The plea deal given to Epstein was already swarming in controversy before this ruling.
As TFTP reported in May, the FBI released nearly 300 pages of documents in eight parts. Although the majority of the content was made up of clippings from newspaper articles about Epstein, lists of the pages that had been deleted, and large blank spaces where information was being redacted, there was one document that stood out. Page 21 of Part 6 stated:
“On 09/11/08, case agent advised writer that Epstein is currently being prosecuted by the State of Florida and is complying with all conditions of his plea with the State of Florida. Epstein has also provided information to the FBI as agreed upon. Case agent advised that no federal prosecution will occur in this matter as long as Epstein continues to uphold his agreement with the State of Florida. Case agent also advised that no further forfeiture assistance will be required for this case.”
As the report in the Herald notes:
The eccentric hedge fund manager, whose friends included former President Bill Clinton, Donald Trump and Prince Andrew, was also suspected of trafficking minor girls, often from overseas, for sex parties at his other homes in Manhattan, New Mexico and the Caribbean, FBI and court records show.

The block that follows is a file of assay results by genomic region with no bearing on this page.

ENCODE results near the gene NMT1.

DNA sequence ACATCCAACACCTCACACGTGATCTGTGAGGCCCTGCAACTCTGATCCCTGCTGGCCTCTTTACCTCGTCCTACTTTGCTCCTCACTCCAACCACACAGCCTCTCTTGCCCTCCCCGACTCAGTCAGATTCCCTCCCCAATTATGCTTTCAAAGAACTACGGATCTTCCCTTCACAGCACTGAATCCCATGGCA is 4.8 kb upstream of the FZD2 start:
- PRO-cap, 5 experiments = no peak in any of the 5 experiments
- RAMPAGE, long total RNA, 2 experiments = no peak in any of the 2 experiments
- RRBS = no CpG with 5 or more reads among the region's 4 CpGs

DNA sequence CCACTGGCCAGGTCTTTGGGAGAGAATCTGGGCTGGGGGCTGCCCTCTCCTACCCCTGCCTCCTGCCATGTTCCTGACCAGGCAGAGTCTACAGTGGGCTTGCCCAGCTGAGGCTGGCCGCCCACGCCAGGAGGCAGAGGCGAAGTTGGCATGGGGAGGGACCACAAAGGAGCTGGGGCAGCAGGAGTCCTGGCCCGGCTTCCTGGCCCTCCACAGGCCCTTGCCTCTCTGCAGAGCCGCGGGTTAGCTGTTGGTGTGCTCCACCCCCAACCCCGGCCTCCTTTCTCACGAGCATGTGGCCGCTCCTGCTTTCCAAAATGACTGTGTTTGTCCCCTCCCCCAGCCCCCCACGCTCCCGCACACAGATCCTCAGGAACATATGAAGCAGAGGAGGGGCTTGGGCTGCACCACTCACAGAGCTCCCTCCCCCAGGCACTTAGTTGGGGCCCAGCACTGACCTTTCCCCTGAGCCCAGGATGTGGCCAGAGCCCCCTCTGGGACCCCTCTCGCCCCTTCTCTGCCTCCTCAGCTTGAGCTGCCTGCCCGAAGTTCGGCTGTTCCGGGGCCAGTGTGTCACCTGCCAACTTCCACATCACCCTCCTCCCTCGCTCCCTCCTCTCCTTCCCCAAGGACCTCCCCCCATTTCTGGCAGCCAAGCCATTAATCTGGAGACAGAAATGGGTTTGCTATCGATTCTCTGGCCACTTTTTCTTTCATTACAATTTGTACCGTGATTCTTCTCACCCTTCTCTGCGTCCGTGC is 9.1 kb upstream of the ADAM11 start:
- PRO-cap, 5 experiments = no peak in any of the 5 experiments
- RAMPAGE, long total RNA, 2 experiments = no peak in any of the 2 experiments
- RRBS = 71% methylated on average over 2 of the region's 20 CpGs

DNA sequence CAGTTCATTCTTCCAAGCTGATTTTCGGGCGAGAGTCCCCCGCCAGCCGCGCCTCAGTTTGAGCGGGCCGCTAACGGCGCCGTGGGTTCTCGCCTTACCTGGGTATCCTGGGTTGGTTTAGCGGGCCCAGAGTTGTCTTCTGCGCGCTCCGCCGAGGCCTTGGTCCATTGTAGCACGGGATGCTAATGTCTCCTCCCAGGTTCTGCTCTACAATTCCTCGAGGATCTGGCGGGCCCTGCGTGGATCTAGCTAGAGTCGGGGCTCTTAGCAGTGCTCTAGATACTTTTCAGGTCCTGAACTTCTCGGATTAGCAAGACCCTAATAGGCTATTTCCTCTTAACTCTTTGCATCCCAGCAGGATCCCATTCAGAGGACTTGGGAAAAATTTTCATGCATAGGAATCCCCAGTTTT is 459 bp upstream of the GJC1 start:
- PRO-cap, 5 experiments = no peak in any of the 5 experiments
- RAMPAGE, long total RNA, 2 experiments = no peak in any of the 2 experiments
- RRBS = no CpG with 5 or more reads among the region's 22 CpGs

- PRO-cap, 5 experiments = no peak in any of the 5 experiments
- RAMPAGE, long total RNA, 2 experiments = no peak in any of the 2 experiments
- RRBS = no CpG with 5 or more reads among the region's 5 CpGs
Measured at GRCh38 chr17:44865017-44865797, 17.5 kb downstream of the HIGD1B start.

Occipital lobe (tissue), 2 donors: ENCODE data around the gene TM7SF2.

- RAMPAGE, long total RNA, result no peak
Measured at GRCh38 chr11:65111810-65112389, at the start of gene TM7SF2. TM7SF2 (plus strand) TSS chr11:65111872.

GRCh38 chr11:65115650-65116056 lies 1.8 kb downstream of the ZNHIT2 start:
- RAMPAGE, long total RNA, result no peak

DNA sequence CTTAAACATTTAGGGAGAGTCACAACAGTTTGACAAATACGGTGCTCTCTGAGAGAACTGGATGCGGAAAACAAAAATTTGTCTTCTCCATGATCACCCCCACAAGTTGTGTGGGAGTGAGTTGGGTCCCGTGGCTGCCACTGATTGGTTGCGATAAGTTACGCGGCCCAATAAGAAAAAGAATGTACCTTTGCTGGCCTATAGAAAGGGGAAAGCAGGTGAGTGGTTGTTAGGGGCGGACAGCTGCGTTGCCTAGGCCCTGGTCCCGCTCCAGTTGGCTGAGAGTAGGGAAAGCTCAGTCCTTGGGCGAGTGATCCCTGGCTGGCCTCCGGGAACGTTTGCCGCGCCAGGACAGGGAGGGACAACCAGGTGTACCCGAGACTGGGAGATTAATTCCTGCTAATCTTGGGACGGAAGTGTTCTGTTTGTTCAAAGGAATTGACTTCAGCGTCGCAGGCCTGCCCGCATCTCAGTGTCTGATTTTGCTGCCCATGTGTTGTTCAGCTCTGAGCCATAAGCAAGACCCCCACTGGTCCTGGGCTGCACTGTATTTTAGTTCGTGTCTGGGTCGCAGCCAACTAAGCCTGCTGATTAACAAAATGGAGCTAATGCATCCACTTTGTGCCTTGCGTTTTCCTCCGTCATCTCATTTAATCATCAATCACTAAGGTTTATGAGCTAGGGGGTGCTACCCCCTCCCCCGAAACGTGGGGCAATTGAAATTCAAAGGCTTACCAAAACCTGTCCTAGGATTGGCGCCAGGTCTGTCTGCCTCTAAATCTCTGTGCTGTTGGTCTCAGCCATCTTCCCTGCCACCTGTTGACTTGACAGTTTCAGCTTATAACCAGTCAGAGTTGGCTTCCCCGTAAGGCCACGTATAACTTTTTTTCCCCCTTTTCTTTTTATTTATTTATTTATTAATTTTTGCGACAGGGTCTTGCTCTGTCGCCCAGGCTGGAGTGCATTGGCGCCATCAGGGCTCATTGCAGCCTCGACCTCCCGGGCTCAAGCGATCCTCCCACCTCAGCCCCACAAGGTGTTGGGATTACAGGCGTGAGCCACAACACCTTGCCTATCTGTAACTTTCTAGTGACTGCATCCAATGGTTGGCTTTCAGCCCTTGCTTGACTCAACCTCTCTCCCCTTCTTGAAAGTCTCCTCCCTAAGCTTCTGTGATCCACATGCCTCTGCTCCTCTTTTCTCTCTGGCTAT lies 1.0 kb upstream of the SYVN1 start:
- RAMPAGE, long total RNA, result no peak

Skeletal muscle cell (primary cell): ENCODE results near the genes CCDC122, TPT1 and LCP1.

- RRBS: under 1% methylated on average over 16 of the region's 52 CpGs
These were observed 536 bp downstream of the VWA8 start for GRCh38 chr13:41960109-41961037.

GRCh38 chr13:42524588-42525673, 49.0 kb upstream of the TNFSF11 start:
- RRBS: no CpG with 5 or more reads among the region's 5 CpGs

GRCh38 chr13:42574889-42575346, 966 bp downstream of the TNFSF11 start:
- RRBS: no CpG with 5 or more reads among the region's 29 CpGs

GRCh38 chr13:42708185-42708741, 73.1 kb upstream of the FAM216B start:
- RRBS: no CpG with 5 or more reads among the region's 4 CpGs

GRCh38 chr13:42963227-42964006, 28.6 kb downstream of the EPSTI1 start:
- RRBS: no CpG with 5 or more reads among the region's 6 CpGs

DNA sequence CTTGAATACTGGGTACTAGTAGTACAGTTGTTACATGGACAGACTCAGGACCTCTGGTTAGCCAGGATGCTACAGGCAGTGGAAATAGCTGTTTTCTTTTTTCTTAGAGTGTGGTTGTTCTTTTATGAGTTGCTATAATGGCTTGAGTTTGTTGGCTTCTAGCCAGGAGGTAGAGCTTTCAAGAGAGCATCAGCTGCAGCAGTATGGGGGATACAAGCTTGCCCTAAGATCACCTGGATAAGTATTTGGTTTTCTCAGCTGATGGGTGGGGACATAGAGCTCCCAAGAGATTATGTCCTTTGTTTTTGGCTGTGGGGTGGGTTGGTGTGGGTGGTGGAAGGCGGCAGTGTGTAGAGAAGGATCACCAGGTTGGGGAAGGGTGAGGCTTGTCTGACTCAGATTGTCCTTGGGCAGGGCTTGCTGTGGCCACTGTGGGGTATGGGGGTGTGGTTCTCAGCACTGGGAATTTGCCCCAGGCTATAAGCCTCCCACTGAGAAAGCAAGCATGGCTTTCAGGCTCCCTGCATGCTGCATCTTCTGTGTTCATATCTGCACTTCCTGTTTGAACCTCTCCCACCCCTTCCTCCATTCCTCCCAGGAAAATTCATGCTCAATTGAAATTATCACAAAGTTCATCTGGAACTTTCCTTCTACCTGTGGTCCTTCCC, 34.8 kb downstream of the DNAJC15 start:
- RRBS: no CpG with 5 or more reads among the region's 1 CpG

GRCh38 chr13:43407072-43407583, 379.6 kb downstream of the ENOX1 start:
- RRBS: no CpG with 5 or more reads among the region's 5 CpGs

Facing a 53-page federal indictment, Epstein could have ended up in federal prison for the rest of his life.
But on the morning of the breakfast meeting, a deal was struck — an extraordinary plea agreement that would conceal the full extent of Epstein’s crimes and the number of people involved.
Not only would Epstein serve just 13 months in the county jail, but the deal — called a non-prosecution agreement — essentially shut down an ongoing FBI probe into whether there were more victims and other powerful people who took part in Epstein’s sex crimes, according to a Miami Herald examination of thousands of emails, court documents and FBI records.
The pact required Epstein to plead guilty to two prostitution charges in state court. Epstein and four of his accomplices named in the agreement received immunity from all federal criminal charges. But even more unusual, the deal included wording that granted immunity to “any potential co-conspirators’’ who were also involved in Epstein’s crimes. These accomplices or participants were not identified in the agreement, leaving it open to interpretation whether it possibly referred to other influential people who were having sex with underage girls at Epstein’s various homes or on his plane.
These are undisputed facts — yet Trump still appointed Acosta.
During his appointment hearing in 2017, Acosta even defended the way he handled the Epstein case.
“At the end of the day, based on the evidence, professionals within a prosecutor’s office decide that a plea — that guarantees that someone goes to jail, that guarantees that someone register generally and that guarantees other outcomes — is a good thing,” he said last year.
Let’s see how he defends this deal now, knowing that a federal judge just ruled his prosecutors all broke the law. Perhaps these victims may see justice after all.